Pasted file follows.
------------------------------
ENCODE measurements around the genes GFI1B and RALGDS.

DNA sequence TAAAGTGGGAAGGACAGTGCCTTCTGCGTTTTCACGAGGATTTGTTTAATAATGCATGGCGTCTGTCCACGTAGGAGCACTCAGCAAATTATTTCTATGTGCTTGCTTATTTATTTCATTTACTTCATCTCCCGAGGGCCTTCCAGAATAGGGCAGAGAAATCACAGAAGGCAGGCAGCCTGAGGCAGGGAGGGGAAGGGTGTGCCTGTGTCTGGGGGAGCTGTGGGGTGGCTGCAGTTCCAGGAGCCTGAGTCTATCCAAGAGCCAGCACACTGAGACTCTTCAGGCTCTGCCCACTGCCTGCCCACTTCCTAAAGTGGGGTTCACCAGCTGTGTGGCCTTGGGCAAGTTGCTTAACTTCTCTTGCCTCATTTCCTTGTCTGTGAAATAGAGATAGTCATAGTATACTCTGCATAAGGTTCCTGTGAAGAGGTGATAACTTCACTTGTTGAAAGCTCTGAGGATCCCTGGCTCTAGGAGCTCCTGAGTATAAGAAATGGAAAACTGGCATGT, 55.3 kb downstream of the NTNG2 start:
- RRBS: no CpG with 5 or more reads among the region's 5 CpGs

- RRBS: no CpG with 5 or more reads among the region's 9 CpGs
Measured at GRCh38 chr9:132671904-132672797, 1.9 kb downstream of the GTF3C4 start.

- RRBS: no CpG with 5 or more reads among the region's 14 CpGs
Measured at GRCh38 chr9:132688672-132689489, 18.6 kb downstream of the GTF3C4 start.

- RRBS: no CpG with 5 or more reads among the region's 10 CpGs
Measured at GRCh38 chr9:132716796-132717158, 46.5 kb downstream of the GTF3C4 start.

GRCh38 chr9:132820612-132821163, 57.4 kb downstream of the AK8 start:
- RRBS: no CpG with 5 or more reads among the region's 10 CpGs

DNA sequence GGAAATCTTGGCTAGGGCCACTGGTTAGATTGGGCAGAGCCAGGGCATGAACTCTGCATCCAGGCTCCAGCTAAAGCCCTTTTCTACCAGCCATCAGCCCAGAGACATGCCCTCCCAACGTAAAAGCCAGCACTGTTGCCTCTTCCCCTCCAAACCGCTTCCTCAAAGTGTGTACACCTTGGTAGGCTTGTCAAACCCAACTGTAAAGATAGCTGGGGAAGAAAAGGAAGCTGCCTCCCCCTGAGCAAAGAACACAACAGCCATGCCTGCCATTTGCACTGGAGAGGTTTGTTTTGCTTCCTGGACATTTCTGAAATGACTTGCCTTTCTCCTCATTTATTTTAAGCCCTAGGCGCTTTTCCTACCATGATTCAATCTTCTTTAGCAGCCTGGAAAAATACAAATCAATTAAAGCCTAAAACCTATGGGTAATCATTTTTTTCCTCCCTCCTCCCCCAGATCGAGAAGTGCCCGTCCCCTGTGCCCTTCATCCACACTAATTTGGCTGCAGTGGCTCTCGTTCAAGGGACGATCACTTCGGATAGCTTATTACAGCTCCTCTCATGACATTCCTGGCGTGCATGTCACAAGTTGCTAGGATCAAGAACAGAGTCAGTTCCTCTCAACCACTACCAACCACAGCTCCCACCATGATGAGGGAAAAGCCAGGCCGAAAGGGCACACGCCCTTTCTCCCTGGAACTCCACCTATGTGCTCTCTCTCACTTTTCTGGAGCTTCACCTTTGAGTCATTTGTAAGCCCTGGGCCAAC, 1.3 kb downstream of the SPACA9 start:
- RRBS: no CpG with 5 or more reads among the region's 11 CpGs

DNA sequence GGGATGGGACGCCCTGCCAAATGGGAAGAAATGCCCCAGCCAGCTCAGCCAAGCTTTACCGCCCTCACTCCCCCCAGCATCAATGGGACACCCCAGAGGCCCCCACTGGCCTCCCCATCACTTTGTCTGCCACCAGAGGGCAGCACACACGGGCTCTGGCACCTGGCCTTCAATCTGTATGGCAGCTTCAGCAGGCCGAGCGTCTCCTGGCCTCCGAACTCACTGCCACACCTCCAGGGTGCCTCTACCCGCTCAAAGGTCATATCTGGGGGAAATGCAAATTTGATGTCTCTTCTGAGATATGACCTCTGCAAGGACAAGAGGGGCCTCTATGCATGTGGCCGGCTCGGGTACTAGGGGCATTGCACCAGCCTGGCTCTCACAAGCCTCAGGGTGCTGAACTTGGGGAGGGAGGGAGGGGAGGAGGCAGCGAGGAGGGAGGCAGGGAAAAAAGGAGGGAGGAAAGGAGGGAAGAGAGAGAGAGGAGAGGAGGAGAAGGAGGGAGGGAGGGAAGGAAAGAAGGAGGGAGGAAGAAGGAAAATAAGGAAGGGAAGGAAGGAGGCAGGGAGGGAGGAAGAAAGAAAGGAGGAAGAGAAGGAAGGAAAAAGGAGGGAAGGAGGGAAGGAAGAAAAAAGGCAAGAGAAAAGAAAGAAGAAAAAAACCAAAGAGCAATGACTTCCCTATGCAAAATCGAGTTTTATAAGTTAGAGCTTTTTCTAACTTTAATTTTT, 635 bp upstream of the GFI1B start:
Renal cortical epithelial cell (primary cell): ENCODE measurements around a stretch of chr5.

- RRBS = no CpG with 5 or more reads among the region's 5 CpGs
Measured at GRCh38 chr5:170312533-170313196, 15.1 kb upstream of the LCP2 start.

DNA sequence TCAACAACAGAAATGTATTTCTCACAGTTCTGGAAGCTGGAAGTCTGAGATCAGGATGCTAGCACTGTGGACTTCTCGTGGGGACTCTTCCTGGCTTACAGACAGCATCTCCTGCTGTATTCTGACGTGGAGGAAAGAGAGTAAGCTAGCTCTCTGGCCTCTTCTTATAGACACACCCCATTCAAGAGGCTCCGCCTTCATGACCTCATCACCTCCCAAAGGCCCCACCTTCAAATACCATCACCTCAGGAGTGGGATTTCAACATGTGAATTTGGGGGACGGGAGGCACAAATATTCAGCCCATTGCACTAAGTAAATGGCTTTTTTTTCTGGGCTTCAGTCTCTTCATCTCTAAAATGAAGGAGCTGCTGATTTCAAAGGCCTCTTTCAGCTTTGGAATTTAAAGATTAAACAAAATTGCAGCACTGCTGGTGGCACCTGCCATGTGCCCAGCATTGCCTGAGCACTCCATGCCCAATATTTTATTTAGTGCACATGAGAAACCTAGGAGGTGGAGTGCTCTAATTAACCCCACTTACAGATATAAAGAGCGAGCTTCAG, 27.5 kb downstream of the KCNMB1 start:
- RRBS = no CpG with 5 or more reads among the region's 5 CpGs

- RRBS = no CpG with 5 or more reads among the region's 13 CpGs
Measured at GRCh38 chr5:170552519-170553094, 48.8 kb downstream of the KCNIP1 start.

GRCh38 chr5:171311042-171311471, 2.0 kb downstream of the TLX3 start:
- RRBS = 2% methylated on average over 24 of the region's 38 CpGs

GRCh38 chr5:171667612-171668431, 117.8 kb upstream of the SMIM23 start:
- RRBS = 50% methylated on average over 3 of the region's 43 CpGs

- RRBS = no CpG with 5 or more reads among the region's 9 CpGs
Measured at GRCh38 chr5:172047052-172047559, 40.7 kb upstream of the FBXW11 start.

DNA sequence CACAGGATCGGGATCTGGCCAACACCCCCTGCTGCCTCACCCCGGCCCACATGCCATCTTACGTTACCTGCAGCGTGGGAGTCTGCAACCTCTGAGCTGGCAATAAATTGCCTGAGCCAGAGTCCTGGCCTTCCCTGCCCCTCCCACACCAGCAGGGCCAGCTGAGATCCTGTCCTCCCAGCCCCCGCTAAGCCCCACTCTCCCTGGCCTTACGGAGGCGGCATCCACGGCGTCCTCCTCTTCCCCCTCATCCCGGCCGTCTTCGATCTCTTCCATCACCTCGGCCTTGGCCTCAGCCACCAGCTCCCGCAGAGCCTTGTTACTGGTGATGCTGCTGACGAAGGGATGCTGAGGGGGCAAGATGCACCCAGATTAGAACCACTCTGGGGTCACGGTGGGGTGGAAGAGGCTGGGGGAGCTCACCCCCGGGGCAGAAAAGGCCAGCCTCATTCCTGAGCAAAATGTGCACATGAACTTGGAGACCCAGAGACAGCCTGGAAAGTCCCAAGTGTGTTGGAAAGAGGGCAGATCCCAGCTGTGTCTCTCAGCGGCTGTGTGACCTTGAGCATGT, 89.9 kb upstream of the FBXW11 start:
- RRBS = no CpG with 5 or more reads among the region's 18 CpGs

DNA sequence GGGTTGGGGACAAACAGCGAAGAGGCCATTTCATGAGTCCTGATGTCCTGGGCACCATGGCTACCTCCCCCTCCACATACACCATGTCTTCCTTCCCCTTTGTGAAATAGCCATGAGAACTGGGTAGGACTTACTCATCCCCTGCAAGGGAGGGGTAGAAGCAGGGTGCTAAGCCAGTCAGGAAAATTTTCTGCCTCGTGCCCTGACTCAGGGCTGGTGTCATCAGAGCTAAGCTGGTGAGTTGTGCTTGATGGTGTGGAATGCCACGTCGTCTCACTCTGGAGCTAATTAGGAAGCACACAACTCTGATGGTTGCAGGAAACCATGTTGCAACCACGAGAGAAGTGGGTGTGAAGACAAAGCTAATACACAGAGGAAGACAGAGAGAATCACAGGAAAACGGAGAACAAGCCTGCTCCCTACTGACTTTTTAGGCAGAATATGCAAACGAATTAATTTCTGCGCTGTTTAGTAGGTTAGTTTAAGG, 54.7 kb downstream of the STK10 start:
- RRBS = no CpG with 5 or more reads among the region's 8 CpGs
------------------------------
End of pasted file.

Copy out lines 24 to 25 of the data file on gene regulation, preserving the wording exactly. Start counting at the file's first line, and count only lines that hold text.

GRCh38 chr5:171667612-171668431, 117.8 kb upstream of the SMIM23 start:
- RRBS = 50% methylated on average over 3 of the region's 43 CpGs